Truly crazy thrift shop. That's the first impression of the 5,000 or so artworks crowded into the Minneapolis Institute of Arts' new "Foot in the Door 4" show.
Behind vast platforms chock-a-block with mutant taxidermy, bronze nudes, feisty dragons, imperiled Barbie dolls and knitting projects run amok rise 16-feet-tall walls lined with paintings, drawings, and photos of anything and everything that might flit through the mind of a housebound Minnesotan in the dark of winter: images of banana cream pie, seasonal landscapes, the Dalai Lama, Jesus, rubber duckies, the Golden Gate Bridge, big-eyed girls, many-breasted monsters, anguished teens, snowmen, guitarists, dogs, cats, birds, fish.
A cornucopia of kitsch spiced with inspired moments of LOL satire, smarty-pants conceptualism and straight-up talent, "Foot" is a brilliant albeit daft snapshot of Minnesotans' artistic skills and preoccupations.
Masks. We may be emotionally uptight but at least we're hiding behind carnival colors, rainbow stripes and glitter.
Trans-species mutations. We've got them on our minds -- the zombie yeti, a deer with pig snout, a baby doll with chicken head, a fur ball with beady red eyes, Rodin's "Thinker" with an elephant head.
Recreation. We golf, fish through ice, paint outdoors, ride bikes, do needlework, carve stuff and do obsessive crafts like transforming an ostrich egg into a multicolored Ukrainian-style ornament, or sculpting crushed coal and glue into a camera-shaped whatnot, or stacking 216 eggshells into a 3D grid in an apparent homage to Belgian conceptualist Marcel Broodthaers.
Begun in 1980 as a résumé-boosting way for artists to literally get their "foot in the door" of the state's most prominent art museum, the "Foot" show has matured into a celebration of aesthetic democracy. Staged once every 10 years, it is put on by the artist-run Minnesota Artists Exhibition Program (MAEP) and open to all state residents. The only stipulations are that the art cannot include hazardous materials and must fit inside a cubic-foot box known as "the Curator." Labels were not yet attached during a preview look, so apologies to the talents who go unidentified here.
Given the sensory overload it is seductively fun to focus on the campy weirdness. A lipsticked Jesus smoking a cigarette. The purple bra cupping two gourds, one green, the other blue. A black soccer ball with fur insets. The cast-metal teddy bear with lace-patterned body. A big snake in a small glass house. A moonscape with battery-guy climbing over sparkly rocks.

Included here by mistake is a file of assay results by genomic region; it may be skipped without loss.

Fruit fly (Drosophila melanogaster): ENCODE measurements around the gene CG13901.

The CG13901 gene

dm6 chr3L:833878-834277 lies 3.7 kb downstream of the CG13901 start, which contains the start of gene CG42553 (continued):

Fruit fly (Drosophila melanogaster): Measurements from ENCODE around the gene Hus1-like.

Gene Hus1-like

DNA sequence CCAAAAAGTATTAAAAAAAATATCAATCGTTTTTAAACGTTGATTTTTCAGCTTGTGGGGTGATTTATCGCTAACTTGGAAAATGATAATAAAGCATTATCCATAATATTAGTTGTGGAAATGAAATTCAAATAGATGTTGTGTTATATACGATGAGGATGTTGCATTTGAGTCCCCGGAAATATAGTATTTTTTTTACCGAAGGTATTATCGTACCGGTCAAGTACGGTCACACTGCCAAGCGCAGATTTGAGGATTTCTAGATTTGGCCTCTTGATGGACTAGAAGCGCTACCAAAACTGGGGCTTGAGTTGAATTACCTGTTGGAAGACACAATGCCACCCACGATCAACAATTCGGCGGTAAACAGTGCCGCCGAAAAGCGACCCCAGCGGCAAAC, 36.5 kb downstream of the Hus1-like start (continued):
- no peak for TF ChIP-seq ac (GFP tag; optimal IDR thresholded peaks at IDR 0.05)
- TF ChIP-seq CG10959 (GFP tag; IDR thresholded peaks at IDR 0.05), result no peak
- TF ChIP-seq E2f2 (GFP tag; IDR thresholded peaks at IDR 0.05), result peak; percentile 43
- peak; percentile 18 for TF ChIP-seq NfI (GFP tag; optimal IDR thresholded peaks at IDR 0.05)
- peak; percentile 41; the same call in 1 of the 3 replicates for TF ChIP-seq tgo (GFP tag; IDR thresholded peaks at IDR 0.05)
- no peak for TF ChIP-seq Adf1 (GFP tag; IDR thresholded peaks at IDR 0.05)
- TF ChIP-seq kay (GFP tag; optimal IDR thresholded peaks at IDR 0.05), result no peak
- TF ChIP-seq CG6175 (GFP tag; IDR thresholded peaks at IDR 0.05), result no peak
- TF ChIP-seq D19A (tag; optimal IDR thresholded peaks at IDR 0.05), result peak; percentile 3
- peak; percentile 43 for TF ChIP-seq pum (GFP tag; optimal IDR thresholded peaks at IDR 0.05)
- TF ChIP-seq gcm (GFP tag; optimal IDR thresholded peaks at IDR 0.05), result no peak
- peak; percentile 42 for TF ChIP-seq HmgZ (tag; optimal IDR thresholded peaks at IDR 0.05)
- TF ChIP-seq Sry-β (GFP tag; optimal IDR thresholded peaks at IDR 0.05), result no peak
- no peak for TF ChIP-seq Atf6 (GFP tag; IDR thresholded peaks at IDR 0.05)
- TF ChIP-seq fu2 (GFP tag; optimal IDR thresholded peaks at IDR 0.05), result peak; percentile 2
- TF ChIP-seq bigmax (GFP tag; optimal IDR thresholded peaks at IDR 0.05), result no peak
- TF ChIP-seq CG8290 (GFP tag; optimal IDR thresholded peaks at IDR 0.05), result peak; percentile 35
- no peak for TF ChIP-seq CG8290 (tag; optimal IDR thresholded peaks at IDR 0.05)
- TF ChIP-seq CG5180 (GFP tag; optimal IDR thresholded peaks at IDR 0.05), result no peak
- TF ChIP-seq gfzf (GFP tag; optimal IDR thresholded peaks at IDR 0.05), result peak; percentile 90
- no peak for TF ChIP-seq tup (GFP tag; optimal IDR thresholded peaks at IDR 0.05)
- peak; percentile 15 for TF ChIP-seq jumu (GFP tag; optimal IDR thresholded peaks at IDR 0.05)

Dioramas are big this year. Besides a plastic picnic scene with bobble-head trees, there is a 3D version of dogs playing poker, a cute plein-air scene of a geezer at his easel assisted by a shaggy, brush-wielding pooch, and an ambitious homage to Magritte consisting of a little man in undies atop a boulder jutting from a turbulent sea, facing a gate beyond which stand his business coat, hat and shoes.
Or course there are shoes: spattered à la Jackson Pollock, garnished with pink flamingoes and ball fringe, and even a lovely pair of gray felted slippers with sweet pink embroidery. Plus a miniature hooked rug featuring dancing pumps.
As in any smart thrift shop, there are authentic treasures sprinkled about: beautiful ceramic teapots, glass vases, handcrafted silver necklaces, an exquisite folk-art house painted in pointillist primary colors, a handwoven silk scarf, a lovely Maxfield Parrish-style painting of a boy on a bike.
Decoy enthusiasts will spy the "Blue-winged Teal" carved from tupelo wood with painted feathers so perfect a museum staffer assumed they were real. Seed-art fans will be rightly charmed by "Bad Seed," a seed portrait of a sullen, pancake-flat face with three fang-like teeth.
The humor prize goes to Robert Fogt (he signed) for his dead-on parody of the photography of international superstar and Minneapolis resident Alec Soth. A self-portrait of Fogt in his banal living room, its content is summed up in the Sothian title: "From the Series Men in Pajamas Playing the Accordion for Disinterested Cats."
My heart went out to the conceptualists: the guy who reserved a 1-foot square of blank wall; a tin envelope holding a mysterious letter on a little shelf; the painting emblazoned with the words "I'm with stupid" and arrows pointing to the adjacent art.
There are also four white boxes, each with a red button below a word: "Yes," "Maybe," "Probably," "No." Visitors are invited to push one of the buttons. Counters inside will keep track of the votes. At the end of the show, we'll have a tally of Minnesotans' attitudes about the unspoken questions that hover over all of our lives.
Given the knowns and the unknowns and all the muddle that's life as we bumble through it, I pushed the only answer that makes sense to me: "Yes."
Mary Abbe • 612-673-4431